I've never had much luck with strength training, but maybe it's time to try. I've lost five pounds this year, on top of 10 in previous years, by eating less pasta and rice and more fruit, vegetables, and fibre, and drinking water instead of fruit juice. I'm still heavier than my college weight, but I've narrowed the gap to 3-4kg. The result: my BMI is still above 18.5, my race times are dropping, and best of all, I feel great.

Lose Weight, Gain Speed

This table, based on changes in maximal aerobic capacity, provides a rough estimate of how much your race times will improve if you lose weight, as long as you have it to lose. If your BMI drops below 18.5, you're at risk of becoming weaker and slower.
WEIGHT LOST
5K
10K
HALF-MARATHON
MARATHON
900g
12.4 secs
25 secs
52 secs
1:45
2.3kg
31 secs
1:02
2:11
4:22
4.5kg
1:02
2:04
4:22
8:44
9kg
2:04
4:08
8:44
17:28

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Discuss this article

THe new home-page thingy all about weight loss and what not....

Well ive never actually calculated my BMI...but at present, I am RIGHT at the upper-limit of the 'normal' category (77kg & 179cm). Even when I put in 75kg...whcih I am some days, im still at the upper end of the scale.

Now I dont think I am overly porky, but I do like my cake. Im also not ridiculously heavily built, most people say I am fairly skinny (but are they just being polite?)

I know body fat % is probably a better indication, but I dont have a huge amount of that either I dont think....im sure I had it measured once and it was 12%...I think.

Am I just made up of particularly dense matter? (I know that statement is leaving em wide open to certain comments!)

.......Or am I simply a fat bloater in denial?!


Posted: 08/11/2007 at 14:55

I'm fat

and

I'm proud!

Nick - you're skinny


Posted: 08/11/2007 at 14:57

The one that i sawe dind't include the body type either - so doesn't take into account the body frame
Posted: 08/11/2007 at 15:03

19.6

Groan - I don't LIKE that sort of thing on the front page - it just fuels everyone's weight obsessions


Posted: 08/11/2007 at 15:05

...oh stump you're just SAYING that..... *blushes coyly*

Seriously though...I dont have a massive frame, I not carrying excessive blubber (i dont think)....yet I am within a fairy cake of being 'fat' - 24.3

How does that work...or how is that justified?


Posted: 08/11/2007 at 15:21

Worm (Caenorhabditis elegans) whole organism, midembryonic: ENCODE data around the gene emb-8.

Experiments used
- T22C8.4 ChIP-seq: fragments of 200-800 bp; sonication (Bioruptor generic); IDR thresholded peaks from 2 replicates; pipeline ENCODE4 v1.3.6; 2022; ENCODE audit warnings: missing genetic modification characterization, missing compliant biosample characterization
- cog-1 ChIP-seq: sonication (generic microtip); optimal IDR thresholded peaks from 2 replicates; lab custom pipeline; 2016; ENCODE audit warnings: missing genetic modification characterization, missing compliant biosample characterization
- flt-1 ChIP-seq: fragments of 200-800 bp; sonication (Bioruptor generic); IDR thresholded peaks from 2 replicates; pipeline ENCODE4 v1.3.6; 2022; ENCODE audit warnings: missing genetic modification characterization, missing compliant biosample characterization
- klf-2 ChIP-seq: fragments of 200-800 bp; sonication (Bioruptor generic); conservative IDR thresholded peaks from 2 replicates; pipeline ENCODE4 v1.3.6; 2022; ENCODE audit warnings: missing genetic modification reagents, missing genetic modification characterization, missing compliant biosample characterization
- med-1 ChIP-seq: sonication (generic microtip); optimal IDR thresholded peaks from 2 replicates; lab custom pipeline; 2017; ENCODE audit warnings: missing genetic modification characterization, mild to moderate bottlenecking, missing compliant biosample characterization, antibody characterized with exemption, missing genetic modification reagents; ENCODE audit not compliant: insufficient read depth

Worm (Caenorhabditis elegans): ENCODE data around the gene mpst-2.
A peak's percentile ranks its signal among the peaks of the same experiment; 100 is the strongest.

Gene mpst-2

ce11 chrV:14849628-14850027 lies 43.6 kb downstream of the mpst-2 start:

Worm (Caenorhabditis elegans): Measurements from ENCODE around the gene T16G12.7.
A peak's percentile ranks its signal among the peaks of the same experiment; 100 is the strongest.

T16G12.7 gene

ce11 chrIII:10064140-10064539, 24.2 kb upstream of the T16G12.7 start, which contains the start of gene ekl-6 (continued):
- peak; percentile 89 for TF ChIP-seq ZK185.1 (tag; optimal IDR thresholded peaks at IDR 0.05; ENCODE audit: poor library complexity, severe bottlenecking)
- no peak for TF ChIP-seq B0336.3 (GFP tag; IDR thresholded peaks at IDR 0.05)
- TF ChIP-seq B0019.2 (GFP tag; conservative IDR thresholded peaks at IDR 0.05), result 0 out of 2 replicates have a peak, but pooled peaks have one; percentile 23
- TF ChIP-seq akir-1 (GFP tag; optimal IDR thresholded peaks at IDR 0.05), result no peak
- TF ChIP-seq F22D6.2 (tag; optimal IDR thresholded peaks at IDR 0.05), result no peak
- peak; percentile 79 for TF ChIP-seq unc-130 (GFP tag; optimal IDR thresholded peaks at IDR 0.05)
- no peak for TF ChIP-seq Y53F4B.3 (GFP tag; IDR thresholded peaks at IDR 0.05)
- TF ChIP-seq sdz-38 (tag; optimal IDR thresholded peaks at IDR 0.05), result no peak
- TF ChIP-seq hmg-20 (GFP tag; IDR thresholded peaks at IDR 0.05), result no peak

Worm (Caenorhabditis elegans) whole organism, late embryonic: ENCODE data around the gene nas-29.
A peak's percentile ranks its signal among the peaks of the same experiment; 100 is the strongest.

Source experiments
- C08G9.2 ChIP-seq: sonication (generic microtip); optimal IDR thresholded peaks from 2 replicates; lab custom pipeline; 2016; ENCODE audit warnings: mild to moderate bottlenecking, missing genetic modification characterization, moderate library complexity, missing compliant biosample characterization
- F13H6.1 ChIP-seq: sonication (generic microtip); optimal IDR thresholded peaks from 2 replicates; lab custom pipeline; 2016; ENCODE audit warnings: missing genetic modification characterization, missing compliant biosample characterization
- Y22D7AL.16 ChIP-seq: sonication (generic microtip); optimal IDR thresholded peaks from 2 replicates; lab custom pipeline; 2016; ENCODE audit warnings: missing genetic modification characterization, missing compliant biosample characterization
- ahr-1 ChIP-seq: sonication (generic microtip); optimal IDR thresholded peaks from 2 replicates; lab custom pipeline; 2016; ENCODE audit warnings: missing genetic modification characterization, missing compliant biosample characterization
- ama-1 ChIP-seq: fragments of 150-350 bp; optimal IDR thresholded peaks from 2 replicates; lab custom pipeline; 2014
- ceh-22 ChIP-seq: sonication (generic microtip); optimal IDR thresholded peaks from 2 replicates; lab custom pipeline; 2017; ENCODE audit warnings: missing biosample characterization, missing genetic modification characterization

acording to BMI (whichisa pile of rosh) i was over weight when i did IMDE ...and i was in singl figure body fat then


Posted: 08/11/2007 at 15:22

21.8 normal, but Mrs NGL says I am too skinny.  I am.

I don't know the answer Nick, but if thats a recent picture, then the BMI stuff is just wrong, unless you are a very strange shape?


Posted: 08/11/2007 at 15:24


Do2

Nick

Think about what its asking you for:

Height and weight.

Then think about how that weight can be made up... you could be all fat or all muscle, or somewhere in between. Clearly tendancy toward muscle is healthier than tendacny towrds fat, yet the BMI calculator doesn't make any allowances for this, so a 12st fat monster will have the same bmi as a 12st toned afleet of the same height.


Posted: 08/11/2007 at 15:27

.....yeah my arse is HUGE!

http://www.untitledlife.com/wp-content/images/2007/01/070105_butt.jpg


Posted: 08/11/2007 at 15:33

You barsteward I thought you havd burned that one
Posted: 08/11/2007 at 15:34

Then I would respectfully suggest you entered incorrect details when you said this:

Well ive never actually calculated my BMI...but at present, I am RIGHT at the upper-limit of the 'normal' category (77kg & 179cm). Even when I put in 75kg...whcih I am some days, im still at the upper end of the scale.

Unless you were talking about yo ass. Or talking out of it.


Posted: 08/11/2007 at 15:36

ha ha ha ha ha!
Posted: 08/11/2007 at 15:43


Do2

Quote from the BMI site linked to from the home page...

  • It may overestimate body fat in athletes and others who have a muscular build.
  • It may underestimate body fat in older persons and others who have lost muscle mass.
  • So, as chocolate teapots go...


    Posted: 08/11/2007 at 15:52

    DoT....i see your point....and it makes sense. THing is I dont think I am either of those.

    ANyhoo...I dont think the RW article stressed enough of the limitations of the measure of BMI, which could lead some people to worry overly. I know the context of the BMI....but it shouldnt be a universally accepted measure, which it generally is IMO.

    Im not bothered with my weight...id like to lose about 1/2 stone, (so I could hopefulyl be faster!) but I cant see it happening (cos I cant be arsed). I was however a little surprised just how close to being considered 'overwieght' I am based on this measurement.


    Posted: 08/11/2007 at 16:03

    ...posted previous comment before reading the one above it by DoT!

    'nuff said


    Posted: 08/11/2007 at 16:11


    Do2

    Nick,

    the other thing to consider is that if you run (which you do) and you consider yourself to be carrying too much excess fat (which apparently you do - I can't comment), then you will have the double wammy (weight wise) of muscle plus fat combining to give you a higher BMI.

    If you continue to train for endurance events then your body fat percentage will probably come down (calories in permitting), eyt your muscle mass will probably also continue to grow slightly, so the reductiion in your bmi may not be proportional to the amount of body fat you lose.

    As a tool for the sedate masses bmi is a useful indicator and no more, as an indicator of fitness for purpose in anybody who does regular exercise and wishes to improve competietively its about as useful mas the aforementioned chocolate teapot. IMO

    At the rsik of starting a heated debate, I regularly use a set of Tanita scales to monitor bmy body fat and water content. These also make assumptions about body make up, but are more sophisticated than the bmi tables and allow you to define by sex and exercise habits. Since I train 10hrs a week or more in one way or another I qualify for the "athlete" setting - which gives me a good feeling in itself!!


    Posted: 08/11/2007 at 16:15

    I am almost obese - I am very overweight but according to BMI will still be slightly overweight at MY ideal which is where I look and feel my best - so I ignore BMI - load of carp designed to panic people